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Best of 2012 List – Beyond Category



Best Recordings of 2012 – Selection by Canada Editor Raul da Gama –

Wadada Leo Smith – Ten Freedom Summers – Cuneiform Records

An epic 4-disc suite that remembers the Civil Rights Movement and pays homage to Dr. Martin Luther King and other significant men and women of the Movement by one of the most iconic trumpeter, composer and musician of the modern era… Read our full review.

David Virelles – Continuum – Pi Records

A near Homeric odyssey set to music that is at once a lesson in musical history as well as in that which led to the Ascent of Man by the young Cuban-born pianist, whose intellect rivals his own virtuosity in this evolving collision with the great drummer, Andrew Cyrille… Read our full review.

Makrokosmos Quartet – Round Midnight – hatART Records

The majestic and angular, contemporary tribute to Thelonious Monk played by two sets of pianists—the Turkish brothers, Ufuk and Bahar Dördüncü, whose repertoire includes J.S Bach, Claude Debussy, Toru Takemitsu and Kemal Sunder; and two percussionists Sébastien Cordier and Francois Volpé, who between them have played works by Giacinto Scelsi, Brian Ferneyhough and Helmut Lachenmann… Read our full review.

Lucía Pulido – Por Esos Caminos – Ojo Música

Lucía Pulido immerses herself into narrative and lyrics like no other musician recording and performing today. Moreover, she is capable of communicating feelings and emotions directly to the soul… A flawless recording by one of the finest vocalist’s active today; Ms. Pulido is a worthy successor to the likes Billie Holiday and Abbey Lincoln… Read our full review.

Tcha Limberber and Herman Schamp – Reizigers—Dialogue ex tempore – Independent Release

Here Igor Stravinsky and Arnold Schoenberg; Bela Bartok, Aram Khachaturian gently collide with the beautiful restlessness of the Manouche in the gilded, contrapuntal arena of Johann Sebastian Bach and the realm of the harmolodic expansionism of Ornette Coleman… Read our full review.

Aruán Ortiz and the Camerata Urbana Ensemble – Santiarican Blus Suite – Sunnyside Records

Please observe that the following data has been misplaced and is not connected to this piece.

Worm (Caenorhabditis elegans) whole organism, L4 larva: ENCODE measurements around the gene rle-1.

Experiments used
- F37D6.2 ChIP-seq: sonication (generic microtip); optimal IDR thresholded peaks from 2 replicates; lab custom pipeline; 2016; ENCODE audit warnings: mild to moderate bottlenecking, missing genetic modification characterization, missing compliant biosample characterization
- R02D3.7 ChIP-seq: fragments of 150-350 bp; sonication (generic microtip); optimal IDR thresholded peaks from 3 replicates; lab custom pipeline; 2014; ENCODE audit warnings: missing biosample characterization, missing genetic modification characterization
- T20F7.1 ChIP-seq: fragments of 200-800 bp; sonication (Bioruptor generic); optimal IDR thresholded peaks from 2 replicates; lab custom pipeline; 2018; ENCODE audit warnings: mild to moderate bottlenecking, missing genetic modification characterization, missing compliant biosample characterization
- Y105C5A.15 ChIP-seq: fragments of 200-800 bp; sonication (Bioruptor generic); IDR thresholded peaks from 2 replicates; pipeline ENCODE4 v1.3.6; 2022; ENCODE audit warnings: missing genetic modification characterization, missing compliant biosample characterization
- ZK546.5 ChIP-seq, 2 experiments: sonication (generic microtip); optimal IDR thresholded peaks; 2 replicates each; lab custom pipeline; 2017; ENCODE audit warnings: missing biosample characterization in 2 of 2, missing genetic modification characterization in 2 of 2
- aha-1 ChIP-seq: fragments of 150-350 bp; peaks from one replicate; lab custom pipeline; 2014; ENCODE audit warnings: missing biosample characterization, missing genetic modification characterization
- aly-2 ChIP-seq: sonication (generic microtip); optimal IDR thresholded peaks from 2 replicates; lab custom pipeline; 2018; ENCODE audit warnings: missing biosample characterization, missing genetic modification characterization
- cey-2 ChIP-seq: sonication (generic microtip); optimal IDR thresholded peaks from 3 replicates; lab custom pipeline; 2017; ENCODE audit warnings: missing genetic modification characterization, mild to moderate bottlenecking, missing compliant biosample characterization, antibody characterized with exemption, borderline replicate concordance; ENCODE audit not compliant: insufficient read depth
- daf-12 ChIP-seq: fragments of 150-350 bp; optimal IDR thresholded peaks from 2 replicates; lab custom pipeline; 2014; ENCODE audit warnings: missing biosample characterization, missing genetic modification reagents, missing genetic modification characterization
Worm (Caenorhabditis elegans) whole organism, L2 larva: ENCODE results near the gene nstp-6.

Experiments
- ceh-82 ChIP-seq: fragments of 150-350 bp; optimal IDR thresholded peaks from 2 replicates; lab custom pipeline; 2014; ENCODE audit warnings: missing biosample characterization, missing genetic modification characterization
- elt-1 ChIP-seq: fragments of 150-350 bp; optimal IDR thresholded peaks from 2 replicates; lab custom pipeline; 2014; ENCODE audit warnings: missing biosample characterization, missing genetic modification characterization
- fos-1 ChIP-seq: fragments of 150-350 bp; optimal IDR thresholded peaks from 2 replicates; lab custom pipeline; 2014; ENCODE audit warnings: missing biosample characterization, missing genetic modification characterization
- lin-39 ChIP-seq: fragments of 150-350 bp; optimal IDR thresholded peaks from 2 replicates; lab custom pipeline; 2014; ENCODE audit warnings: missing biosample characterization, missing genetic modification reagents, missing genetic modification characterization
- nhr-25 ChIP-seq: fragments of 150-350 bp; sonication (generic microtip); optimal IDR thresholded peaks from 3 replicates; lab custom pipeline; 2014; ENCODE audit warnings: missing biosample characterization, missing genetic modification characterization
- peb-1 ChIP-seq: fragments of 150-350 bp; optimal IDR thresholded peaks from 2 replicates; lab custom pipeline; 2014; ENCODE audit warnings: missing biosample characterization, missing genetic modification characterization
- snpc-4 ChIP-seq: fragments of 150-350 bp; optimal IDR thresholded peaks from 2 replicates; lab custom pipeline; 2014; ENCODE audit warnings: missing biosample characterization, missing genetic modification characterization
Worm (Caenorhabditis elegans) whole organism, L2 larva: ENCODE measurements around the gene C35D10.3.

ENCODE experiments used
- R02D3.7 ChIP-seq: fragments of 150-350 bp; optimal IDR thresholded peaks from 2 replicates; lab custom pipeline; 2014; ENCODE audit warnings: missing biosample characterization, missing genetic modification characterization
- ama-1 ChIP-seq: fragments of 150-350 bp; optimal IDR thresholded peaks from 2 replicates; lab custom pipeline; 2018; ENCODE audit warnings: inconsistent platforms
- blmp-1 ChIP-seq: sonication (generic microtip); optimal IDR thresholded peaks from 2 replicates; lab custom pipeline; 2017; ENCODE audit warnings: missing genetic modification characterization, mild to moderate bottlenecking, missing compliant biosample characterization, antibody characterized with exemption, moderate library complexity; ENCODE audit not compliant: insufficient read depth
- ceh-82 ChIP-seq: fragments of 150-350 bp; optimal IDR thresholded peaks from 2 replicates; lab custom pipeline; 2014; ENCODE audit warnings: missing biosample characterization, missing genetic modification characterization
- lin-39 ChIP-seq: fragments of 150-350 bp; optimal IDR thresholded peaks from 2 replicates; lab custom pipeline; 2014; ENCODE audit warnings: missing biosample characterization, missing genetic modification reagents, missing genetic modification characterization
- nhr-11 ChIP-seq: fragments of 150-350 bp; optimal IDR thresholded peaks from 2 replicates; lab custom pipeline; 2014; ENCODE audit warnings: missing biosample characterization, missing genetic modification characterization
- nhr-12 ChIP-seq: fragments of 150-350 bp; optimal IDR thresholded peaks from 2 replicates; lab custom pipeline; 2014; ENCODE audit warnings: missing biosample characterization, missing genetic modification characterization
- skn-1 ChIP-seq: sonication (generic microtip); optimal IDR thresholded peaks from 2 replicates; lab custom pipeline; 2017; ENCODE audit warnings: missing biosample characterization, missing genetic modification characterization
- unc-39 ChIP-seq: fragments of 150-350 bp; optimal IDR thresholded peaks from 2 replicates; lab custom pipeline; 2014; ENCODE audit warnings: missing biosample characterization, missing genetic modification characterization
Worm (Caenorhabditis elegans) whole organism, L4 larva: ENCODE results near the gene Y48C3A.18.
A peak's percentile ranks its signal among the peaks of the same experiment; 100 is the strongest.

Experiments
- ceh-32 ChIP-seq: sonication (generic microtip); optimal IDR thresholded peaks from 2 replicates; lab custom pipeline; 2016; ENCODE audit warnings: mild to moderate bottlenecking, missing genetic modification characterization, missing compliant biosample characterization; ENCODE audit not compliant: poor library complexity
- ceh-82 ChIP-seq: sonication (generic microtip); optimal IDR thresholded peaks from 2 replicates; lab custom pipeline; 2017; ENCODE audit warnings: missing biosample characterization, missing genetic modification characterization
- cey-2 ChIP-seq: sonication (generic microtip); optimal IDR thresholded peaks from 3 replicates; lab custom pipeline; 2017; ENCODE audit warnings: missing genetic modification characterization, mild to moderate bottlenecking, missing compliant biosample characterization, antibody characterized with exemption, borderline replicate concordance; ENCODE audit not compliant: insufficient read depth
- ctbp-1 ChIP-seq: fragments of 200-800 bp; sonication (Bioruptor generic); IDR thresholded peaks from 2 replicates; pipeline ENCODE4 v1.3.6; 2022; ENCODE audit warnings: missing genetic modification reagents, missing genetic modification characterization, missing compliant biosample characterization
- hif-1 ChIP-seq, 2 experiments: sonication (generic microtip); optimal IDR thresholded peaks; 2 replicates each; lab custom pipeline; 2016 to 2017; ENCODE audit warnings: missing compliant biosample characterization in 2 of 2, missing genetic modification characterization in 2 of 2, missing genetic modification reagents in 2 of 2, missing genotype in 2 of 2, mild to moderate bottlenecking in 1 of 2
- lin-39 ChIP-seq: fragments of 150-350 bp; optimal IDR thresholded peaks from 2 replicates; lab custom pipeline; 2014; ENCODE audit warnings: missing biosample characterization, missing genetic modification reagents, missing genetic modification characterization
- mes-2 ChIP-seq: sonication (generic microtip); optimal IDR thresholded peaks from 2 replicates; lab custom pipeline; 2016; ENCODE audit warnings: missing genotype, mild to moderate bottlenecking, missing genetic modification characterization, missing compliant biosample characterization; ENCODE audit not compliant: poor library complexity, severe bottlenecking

This record by a very special artist will go down as one of the most significant works of music. Its power, significance and beauty will forever linger in the soul, where all musical art is enjoyed to the fullest. Ortiz is among a growing tribe of Afro-Cuban artists who have arrived in the USA and continue to conquer the world… Read our full review.

Donald Vega – Spiritual Nature – Resonance Records

It takes probably three or four bars into the first song, “Scorpio,” on pianist Donald Vega’s Resonance album Spiritual Nature for a magical spell to unfold. This is not the spell of an exhibitionist on a dimly-lit stage that recalls a Houdini or some Eastern Pasha; rather it is an entrancing recital by one of the most elegant and intellectually astounding pianists of today… Read our full review.

Miguel Zenón and Laurent Coq – Rayuela – Sunnyside Records

Rayuela the legendary 1963 Spanish novel by the great Argentinean writer, Julio Cortázar had an equally illustrious incarnation in English in 1966 as Hopscotch… Thanks to alto saxophonist Miguel Zenón, pianist Laurent Coq and Executive Producer Francois Zalaçain the existential angst of another generation has been shaken up with the magnificent musical telling of the oblique narrative… Read our full review.

Ryan Truesdell – The Gill Evans Centennial Project – ArtistShare

Among some of the most significant aspects of the career of the legendary Gil Evans that seems lost to listeners of great music is that his reputation rests on the shoulders of Miles Davis. Ryan Truesdell remedies this in one of the most fabulous big band records that brings to fruition some of Evans’ great “lost” music… Read our full review.

Carmen Souza –Kachupada – Galileo Music

Carmen Souza is the extraordinarily talented vocalist, who lives in Lisbon, Portugal, and has brought her unique mix of Afro-Caribbean and native Cape-Verden Creole music to the world in. She has melded this with the fluttering feeling of saudade and the dialect of jazz into an idiom of her own… Read our full review.